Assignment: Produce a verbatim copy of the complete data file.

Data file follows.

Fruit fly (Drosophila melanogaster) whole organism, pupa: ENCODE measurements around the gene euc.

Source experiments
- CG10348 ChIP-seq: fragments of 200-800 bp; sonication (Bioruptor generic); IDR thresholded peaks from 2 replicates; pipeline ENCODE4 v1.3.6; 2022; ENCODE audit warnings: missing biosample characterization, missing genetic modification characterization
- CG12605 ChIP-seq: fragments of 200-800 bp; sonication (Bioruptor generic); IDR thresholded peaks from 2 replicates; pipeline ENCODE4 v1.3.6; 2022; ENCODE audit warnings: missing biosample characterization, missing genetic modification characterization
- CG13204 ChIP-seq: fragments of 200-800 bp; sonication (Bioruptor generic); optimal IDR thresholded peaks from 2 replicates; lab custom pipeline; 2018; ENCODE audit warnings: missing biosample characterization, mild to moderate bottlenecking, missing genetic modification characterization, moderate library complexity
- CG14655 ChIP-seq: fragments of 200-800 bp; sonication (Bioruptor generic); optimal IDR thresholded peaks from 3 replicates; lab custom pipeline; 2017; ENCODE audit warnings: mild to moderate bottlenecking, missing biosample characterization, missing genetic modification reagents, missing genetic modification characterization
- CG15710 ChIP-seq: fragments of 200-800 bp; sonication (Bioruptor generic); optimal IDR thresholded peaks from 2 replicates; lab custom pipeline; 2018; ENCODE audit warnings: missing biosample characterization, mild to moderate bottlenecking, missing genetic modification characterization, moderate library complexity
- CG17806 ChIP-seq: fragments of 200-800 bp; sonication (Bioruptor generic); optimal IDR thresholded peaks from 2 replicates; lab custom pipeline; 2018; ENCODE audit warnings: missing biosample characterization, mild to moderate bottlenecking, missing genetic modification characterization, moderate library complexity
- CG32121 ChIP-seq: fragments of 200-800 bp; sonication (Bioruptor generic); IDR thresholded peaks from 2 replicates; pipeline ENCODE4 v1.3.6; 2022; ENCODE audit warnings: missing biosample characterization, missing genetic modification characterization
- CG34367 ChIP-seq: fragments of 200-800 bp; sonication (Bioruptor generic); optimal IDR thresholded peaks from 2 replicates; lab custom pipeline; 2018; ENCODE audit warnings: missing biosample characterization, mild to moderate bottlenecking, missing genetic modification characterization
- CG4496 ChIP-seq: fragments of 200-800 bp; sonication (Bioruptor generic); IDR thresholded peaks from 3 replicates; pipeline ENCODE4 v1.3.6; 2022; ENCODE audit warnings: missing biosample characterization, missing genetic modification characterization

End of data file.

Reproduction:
Fruit fly (Drosophila melanogaster) whole organism, pupa: ENCODE measurements around the gene euc.

Source experiments
- CG10348 ChIP-seq: fragments of 200-800 bp; sonication (Bioruptor generic); IDR thresholded peaks from 2 replicates; pipeline ENCODE4 v1.3.6; 2022; ENCODE audit warnings: missing biosample characterization, missing genetic modification characterization
- CG12605 ChIP-seq: fragments of 200-800 bp; sonication (Bioruptor generic); IDR thresholded peaks from 2 replicates; pipeline ENCODE4 v1.3.6; 2022; ENCODE audit warnings: missing biosample characterization, missing genetic modification characterization
- CG13204 ChIP-seq: fragments of 200-800 bp; sonication (Bioruptor generic); optimal IDR thresholded peaks from 2 replicates; lab custom pipeline; 2018; ENCODE audit warnings: missing biosample characterization, mild to moderate bottlenecking, missing genetic modification characterization, moderate library complexity
- CG14655 ChIP-seq: fragments of 200-800 bp; sonication (Bioruptor generic); optimal IDR thresholded peaks from 3 replicates; lab custom pipeline; 2017; ENCODE audit warnings: mild to moderate bottlenecking, missing biosample characterization, missing genetic modification reagents, missing genetic modification characterization
- CG15710 ChIP-seq: fragments of 200-800 bp; sonication (Bioruptor generic); optimal IDR thresholded peaks from 2 replicates; lab custom pipeline; 2018; ENCODE audit warnings: missing biosample characterization, mild to moderate bottlenecking, missing genetic modification characterization, moderate library complexity
- CG17806 ChIP-seq: fragments of 200-800 bp; sonication (Bioruptor generic); optimal IDR thresholded peaks from 2 replicates; lab custom pipeline; 2018; ENCODE audit warnings: missing biosample characterization, mild to moderate bottlenecking, missing genetic modification characterization, moderate library complexity
- CG32121 ChIP-seq: fragments of 200-800 bp; sonication (Bioruptor generic); IDR thresholded peaks from 2 replicates; pipeline ENCODE4 v1.3.6; 2022; ENCODE audit warnings: missing biosample characterization, missing genetic modification characterization
- CG34367 ChIP-seq: fragments of 200-800 bp; sonication (Bioruptor generic); optimal IDR thresholded peaks from 2 replicates; lab custom pipeline; 2018; ENCODE audit warnings: missing biosample characterization, mild to moderate bottlenecking, missing genetic modification characterization
- CG4496 ChIP-seq: fragments of 200-800 bp; sonication (Bioruptor generic); IDR thresholded peaks from 3 replicates; pipeline ENCODE4 v1.3.6; 2022; ENCODE audit warnings: missing biosample characterization, missing genetic modification characterization